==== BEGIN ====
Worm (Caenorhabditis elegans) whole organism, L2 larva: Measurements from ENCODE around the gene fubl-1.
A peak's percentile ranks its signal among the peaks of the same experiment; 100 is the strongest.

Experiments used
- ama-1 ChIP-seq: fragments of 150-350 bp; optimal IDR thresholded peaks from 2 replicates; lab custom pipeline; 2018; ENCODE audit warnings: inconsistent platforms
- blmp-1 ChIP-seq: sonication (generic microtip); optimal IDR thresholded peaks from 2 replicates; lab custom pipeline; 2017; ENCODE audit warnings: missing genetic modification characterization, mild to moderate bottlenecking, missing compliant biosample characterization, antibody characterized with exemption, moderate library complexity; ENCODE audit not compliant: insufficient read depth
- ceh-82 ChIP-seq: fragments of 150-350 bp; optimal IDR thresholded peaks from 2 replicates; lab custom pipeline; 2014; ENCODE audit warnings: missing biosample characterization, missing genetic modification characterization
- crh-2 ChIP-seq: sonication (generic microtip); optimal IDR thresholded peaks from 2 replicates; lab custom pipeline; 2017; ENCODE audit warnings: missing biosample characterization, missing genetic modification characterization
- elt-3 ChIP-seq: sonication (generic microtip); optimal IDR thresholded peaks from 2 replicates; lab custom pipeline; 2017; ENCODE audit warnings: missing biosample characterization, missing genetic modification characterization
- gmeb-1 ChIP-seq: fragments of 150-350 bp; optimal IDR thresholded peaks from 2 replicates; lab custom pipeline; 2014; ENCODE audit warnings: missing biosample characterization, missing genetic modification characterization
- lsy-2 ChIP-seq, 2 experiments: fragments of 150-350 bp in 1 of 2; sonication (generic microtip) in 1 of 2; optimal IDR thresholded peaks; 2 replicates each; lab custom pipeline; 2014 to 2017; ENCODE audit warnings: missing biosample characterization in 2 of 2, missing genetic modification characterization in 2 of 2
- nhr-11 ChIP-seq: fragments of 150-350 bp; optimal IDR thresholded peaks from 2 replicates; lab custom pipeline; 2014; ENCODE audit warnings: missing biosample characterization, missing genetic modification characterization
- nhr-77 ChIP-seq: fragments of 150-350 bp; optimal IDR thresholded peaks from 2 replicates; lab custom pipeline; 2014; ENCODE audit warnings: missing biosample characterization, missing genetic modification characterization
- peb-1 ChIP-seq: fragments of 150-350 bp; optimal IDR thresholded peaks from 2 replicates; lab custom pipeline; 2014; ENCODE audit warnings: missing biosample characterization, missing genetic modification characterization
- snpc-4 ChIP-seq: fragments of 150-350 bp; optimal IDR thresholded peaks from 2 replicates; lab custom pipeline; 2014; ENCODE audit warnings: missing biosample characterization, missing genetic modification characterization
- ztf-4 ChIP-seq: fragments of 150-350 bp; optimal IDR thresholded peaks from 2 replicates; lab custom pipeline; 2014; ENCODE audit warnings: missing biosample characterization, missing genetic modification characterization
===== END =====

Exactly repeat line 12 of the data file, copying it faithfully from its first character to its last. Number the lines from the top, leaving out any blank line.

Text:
- nhr-77 ChIP-seq: fragments of 150-350 bp; optimal IDR thresholded peaks from 2 replicates; lab custom pipeline; 2014; ENCODE audit warnings: missing biosample characterization, missing genetic modification characterization